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best sushi in berkeley?

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  • michael Sep 11, 2005 07:13 PM
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what's the best sushi in berkeley?

i'm new to the area-- and the only two places i've frequented are tgo's and party sushi. i like both a lot, but i'm sure there are better places. party sushi in particular was great for the dirt-cheap prices, but they've been raising prices. tgo's also has a lot of good $10 rolls. still, i'd like something new. any suggestions?

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  1. Kirala

    2 Replies
    1. re: blackjack

      Many Japanese people I know like Sushi Sho for authentic sushi and Mitama for (cheaper) American-style sushi over Kirala.

      1. re: annie

        The wait at Kirala is not worth it if you want only Sushi imho.

    2. s
      stephen sorkin

      sushi sho is at least as good as kirala for sushi quality. not much else there though. it's also a lot less busy than kirala, where the wait can be quite long.

      2 Replies
      1. re: stephen sorkin

        I love Sushi Sho. The unagi there was the best I've ever had - no slimy skin (as I've found even at Matsuhisa in LA!), just meltingly soft eel with a slight crunch from the grill. Oh, and the sushi chef mixes his own unagi and soy sauces. Be forewarned: he's definitely very particular about how he wants customers to eat his sushi (e.g., dip nigiri fish-down in the soy sauce, no mixing of wasabi into the soy sauce, if unagi is ordered he will serve it to you last), but I find that to be part of the charm of the place.

        1. re: Chestnut

          I would second the recommendation for Sushi Sho. There was a lengthy thread on it earlier this summer:

          Link: http://www.chowhound.com/topics/show/...

      2. r
        Robert Lauriston

        Uzen. Actually in Oakland.

        Kirala's sushi is good but not exceptional. No reason to wait in line unless you want the robata.

        1 Reply
        1. re: Robert Lauriston

          I'll second Uzen.

          It's on College Ave. and VERY close to the Berkeley border.

        2. based on what you guys said, sushi sho was our first choice, but they're closed on sundays, so we went to mitama. it was great, i must say. also i have to admit that some of the wacky stuff, like tempura'd spicy tuna roll, was delicious. the wasabi was pretty mild-- from what i've heard this is traditionally how it should be(?) the only downside was the terrible service. the waitresses were rushing around like it was an emergency room, for no more than ten seated tables, and everything (even to take our order) was very, very slow. still, we will probably be going back. thanks guys!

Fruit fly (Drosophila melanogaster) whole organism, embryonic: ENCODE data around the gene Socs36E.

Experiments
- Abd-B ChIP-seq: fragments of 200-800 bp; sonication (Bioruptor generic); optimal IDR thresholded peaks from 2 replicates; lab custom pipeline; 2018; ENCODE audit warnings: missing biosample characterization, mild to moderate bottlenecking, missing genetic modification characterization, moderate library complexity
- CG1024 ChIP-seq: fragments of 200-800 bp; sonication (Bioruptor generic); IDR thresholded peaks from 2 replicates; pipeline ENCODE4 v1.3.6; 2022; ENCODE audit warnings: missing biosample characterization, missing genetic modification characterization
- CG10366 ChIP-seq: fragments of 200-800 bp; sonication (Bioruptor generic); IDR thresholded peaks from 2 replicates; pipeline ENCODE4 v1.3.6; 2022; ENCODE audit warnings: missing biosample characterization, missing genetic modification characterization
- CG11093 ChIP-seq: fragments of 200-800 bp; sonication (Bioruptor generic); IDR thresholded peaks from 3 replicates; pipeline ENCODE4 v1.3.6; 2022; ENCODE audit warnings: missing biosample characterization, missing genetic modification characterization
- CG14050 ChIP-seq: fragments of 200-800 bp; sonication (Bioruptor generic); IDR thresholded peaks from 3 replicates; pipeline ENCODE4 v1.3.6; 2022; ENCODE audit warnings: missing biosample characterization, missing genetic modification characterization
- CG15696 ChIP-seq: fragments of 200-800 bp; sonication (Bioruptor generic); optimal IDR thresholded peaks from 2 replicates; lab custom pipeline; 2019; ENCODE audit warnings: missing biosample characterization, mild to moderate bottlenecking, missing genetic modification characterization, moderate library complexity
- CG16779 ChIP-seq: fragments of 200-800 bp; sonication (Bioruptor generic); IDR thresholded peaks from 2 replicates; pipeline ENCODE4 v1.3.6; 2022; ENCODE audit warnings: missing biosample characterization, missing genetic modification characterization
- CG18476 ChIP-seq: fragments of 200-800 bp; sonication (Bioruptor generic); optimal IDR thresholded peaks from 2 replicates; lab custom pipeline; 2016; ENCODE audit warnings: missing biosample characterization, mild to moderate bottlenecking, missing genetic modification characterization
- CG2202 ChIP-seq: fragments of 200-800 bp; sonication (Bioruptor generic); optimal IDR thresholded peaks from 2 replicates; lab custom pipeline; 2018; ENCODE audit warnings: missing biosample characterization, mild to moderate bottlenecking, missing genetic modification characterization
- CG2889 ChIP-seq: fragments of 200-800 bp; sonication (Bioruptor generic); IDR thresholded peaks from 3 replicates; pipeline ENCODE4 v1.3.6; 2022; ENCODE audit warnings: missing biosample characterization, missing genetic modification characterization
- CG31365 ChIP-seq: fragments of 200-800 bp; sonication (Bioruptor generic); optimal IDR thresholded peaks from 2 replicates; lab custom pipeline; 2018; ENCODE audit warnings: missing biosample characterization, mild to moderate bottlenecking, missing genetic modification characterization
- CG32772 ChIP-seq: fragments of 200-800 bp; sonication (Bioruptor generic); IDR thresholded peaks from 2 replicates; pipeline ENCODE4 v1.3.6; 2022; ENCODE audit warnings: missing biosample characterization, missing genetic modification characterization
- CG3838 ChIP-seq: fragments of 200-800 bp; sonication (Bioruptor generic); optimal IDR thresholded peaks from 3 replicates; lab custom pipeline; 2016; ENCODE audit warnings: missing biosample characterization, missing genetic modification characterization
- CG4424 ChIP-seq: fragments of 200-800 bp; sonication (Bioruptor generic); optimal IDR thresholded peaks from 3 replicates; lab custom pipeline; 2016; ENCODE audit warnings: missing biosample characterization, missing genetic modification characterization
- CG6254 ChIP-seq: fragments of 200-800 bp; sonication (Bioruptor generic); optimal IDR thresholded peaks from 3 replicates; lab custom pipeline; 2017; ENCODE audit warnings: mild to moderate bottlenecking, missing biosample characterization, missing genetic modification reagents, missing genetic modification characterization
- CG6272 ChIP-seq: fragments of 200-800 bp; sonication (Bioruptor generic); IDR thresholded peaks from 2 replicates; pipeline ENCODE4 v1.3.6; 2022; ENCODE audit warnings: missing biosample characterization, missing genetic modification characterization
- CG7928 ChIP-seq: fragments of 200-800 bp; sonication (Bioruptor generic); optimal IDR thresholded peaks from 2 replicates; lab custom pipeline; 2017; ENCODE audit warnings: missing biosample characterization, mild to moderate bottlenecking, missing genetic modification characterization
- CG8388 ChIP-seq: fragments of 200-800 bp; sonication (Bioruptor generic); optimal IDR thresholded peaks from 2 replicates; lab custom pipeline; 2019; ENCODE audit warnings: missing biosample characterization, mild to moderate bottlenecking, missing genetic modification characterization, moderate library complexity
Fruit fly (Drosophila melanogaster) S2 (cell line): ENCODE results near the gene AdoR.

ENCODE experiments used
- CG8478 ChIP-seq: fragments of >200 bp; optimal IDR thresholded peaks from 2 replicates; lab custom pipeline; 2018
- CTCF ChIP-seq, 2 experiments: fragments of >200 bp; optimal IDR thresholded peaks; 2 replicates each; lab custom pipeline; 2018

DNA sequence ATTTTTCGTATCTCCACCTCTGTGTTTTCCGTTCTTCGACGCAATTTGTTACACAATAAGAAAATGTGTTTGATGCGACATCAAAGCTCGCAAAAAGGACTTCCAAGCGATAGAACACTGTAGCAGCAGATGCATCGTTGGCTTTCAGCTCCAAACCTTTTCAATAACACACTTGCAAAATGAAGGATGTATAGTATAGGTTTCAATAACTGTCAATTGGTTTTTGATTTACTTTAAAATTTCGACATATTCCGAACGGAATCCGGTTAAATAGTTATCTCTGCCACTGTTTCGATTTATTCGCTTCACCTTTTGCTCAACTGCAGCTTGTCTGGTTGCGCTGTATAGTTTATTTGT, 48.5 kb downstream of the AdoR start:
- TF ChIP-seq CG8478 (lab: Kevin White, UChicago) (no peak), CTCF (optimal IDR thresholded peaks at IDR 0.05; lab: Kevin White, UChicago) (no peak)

1 Reply
          1. re: michael

            Sounds great - I'll have to check it out since I live nearby. Too bad about the unfortunate service, though.

            But you will HAVE to try out Sushi Sho for a very traditional (and delicious) sushi experience.

            Also - sushi on Sunday? Maybe I'm the only one who's paranoid about things like that, but I would think the fish would be least likely to be fresh on a Sunday.

            Link: http://www.chowhound.com/topics/show/...

          2. I agree about Sushi Sho and Uzen. They are both fabulous. I dislike Kirala immensely.

            3 Replies
            1. re: Pocko
              r
              Robert Lauriston

              Kirala's sushi is not worth lining up for but the butterfish robata is.

              1. re: Robert Lauriston

                I remember seeing all the robatas on the menu when I went there recently... I still don't know what they are, but I agree with the gist of this. The sushi I got there was just fine sushi, like you can get all over the place, but what impressed me was the wide range of other menu items. I got natto there for the first time! Everything I'd read about it suggested that I would have to drive all the way out to some far edge of the Bay Area and that the smell would clear the place out and I would have to argue with them to get them to serve it to me, but there it was, just sitting on Kirala's menu. It was awesome and I wish I were eating it right now. And the salmon sashimi was cut in this good chunky way that made it very satisfying, although the fish itself was farm-raised-bland. It's a good place to avoid the usual and try the specialties.

                So while they may not have the best maki or nigiri in Berkeley, they have a far greater range than most of the local Japanese restaurants and that's worth something.

                1. re: Todd Lemon
                  r
                  Robert Lauriston

                  Robata is sort of the grill counterpart of sushi.